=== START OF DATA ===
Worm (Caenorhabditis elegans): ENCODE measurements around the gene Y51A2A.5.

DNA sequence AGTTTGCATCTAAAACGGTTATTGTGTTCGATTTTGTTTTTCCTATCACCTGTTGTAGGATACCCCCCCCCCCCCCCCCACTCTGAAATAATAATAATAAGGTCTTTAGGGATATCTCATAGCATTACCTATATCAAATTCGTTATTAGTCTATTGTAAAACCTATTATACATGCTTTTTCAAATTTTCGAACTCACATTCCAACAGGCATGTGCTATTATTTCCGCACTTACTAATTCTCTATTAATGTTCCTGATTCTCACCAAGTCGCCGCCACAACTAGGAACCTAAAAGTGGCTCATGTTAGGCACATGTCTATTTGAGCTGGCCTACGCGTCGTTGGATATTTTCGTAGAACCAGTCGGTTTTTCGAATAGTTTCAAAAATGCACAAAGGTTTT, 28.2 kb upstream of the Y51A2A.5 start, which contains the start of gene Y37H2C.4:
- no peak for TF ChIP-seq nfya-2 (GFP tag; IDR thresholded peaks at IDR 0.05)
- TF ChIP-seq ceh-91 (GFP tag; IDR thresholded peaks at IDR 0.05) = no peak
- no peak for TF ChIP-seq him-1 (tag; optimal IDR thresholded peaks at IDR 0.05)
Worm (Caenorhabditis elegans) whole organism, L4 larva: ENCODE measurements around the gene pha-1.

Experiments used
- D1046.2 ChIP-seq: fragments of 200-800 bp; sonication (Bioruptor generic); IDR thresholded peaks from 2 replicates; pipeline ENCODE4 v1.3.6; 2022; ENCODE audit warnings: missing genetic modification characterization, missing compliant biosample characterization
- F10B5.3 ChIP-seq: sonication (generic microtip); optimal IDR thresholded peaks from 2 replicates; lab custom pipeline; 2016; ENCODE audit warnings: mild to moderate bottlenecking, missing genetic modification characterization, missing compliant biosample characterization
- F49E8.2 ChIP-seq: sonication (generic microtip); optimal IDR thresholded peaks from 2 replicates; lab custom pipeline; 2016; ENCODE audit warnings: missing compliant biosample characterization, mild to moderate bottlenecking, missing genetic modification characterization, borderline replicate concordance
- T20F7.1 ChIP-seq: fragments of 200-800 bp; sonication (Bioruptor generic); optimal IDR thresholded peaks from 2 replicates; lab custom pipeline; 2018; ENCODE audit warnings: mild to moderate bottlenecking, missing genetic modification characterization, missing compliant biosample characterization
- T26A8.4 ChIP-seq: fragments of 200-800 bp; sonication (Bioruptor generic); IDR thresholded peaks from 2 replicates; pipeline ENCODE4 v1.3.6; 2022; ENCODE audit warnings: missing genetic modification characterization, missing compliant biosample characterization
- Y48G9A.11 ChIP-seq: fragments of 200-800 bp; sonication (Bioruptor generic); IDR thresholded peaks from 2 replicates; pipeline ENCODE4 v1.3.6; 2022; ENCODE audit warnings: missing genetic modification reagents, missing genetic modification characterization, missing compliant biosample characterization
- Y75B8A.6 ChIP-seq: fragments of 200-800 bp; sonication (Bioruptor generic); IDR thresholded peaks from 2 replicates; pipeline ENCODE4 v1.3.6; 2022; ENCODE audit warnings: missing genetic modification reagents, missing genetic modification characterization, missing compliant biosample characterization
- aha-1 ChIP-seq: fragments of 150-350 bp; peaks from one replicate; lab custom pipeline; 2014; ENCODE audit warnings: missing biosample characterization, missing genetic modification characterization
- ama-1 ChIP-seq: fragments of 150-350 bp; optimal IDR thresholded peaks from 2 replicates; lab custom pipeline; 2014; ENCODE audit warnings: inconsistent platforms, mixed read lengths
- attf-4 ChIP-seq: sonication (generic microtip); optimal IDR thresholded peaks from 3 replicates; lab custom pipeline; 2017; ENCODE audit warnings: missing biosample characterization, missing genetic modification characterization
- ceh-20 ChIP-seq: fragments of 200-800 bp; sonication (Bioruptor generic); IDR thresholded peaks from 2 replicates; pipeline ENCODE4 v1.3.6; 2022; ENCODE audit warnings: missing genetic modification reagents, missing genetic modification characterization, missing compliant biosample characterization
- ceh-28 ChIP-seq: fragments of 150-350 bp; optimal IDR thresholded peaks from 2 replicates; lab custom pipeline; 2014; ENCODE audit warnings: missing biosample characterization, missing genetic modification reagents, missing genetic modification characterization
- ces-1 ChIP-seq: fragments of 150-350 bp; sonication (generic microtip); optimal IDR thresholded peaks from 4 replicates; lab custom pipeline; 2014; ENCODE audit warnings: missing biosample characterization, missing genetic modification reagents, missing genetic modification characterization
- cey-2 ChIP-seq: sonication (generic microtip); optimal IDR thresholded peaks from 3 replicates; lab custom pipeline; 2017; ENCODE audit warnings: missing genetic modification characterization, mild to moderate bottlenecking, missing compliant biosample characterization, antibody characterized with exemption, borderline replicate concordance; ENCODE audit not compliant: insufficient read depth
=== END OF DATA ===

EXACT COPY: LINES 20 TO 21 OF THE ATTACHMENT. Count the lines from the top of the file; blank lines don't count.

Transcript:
- ces-1 ChIP-seq: fragments of 150-350 bp; sonication (generic microtip); optimal IDR thresholded peaks from 4 replicates; lab custom pipeline; 2014; ENCODE audit warnings: missing biosample characterization, missing genetic modification reagents, missing genetic modification characterization
- cey-2 ChIP-seq: sonication (generic microtip); optimal IDR thresholded peaks from 3 replicates; lab custom pipeline; 2017; ENCODE audit warnings: missing genetic modification characterization, mild to moderate bottlenecking, missing compliant biosample characterization, antibody characterized with exemption, borderline replicate concordance; ENCODE audit not compliant: insufficient read depth